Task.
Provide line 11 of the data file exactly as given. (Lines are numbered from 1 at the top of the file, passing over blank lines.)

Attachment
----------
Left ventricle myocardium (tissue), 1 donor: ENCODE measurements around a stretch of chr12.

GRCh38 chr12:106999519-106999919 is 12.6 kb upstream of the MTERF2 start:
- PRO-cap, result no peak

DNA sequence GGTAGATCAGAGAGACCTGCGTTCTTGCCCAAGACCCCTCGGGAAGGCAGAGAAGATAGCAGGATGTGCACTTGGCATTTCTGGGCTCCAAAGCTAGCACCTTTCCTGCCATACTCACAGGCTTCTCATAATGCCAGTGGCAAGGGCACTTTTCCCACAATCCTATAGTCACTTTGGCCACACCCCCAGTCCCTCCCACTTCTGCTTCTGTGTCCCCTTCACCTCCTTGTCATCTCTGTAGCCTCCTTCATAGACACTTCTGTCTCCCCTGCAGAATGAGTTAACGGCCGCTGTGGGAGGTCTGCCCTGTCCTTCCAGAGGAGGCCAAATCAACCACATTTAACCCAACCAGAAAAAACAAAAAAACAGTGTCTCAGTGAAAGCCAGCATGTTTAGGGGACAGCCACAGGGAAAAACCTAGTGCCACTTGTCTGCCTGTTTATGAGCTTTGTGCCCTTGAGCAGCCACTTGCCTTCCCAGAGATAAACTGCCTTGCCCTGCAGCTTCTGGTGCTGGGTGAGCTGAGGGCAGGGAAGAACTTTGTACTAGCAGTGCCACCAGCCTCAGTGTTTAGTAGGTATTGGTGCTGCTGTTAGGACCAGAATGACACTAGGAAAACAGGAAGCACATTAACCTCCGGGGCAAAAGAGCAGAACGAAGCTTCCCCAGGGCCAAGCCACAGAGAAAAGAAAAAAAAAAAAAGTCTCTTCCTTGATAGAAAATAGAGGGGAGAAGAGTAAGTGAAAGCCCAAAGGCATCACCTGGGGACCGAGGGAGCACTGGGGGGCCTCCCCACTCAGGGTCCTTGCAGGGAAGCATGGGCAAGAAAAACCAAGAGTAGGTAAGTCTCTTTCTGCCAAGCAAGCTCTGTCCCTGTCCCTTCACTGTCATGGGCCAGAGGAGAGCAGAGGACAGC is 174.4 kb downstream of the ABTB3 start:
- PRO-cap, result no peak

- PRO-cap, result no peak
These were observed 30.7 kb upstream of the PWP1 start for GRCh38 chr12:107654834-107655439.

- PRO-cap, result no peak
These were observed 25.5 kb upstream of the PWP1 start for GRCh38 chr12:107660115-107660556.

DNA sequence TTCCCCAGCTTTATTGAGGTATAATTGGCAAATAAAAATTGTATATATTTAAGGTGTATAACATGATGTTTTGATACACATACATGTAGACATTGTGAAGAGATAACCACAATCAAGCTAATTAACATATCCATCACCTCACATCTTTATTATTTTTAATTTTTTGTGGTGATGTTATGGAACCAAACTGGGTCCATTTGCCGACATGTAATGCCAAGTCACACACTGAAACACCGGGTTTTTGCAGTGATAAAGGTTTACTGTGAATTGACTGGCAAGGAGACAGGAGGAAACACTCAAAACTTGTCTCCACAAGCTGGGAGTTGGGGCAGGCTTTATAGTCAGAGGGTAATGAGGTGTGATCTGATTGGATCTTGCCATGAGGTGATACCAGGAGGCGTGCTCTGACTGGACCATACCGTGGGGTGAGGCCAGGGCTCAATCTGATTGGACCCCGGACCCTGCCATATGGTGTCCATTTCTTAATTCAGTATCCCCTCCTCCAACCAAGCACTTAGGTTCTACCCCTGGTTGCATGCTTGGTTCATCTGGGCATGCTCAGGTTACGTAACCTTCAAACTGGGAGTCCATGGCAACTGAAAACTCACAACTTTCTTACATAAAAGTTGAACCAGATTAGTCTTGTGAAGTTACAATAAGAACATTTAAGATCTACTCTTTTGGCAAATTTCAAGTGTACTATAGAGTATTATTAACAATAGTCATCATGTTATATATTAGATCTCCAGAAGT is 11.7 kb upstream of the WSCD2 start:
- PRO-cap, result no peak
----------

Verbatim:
- PRO-cap, result no peak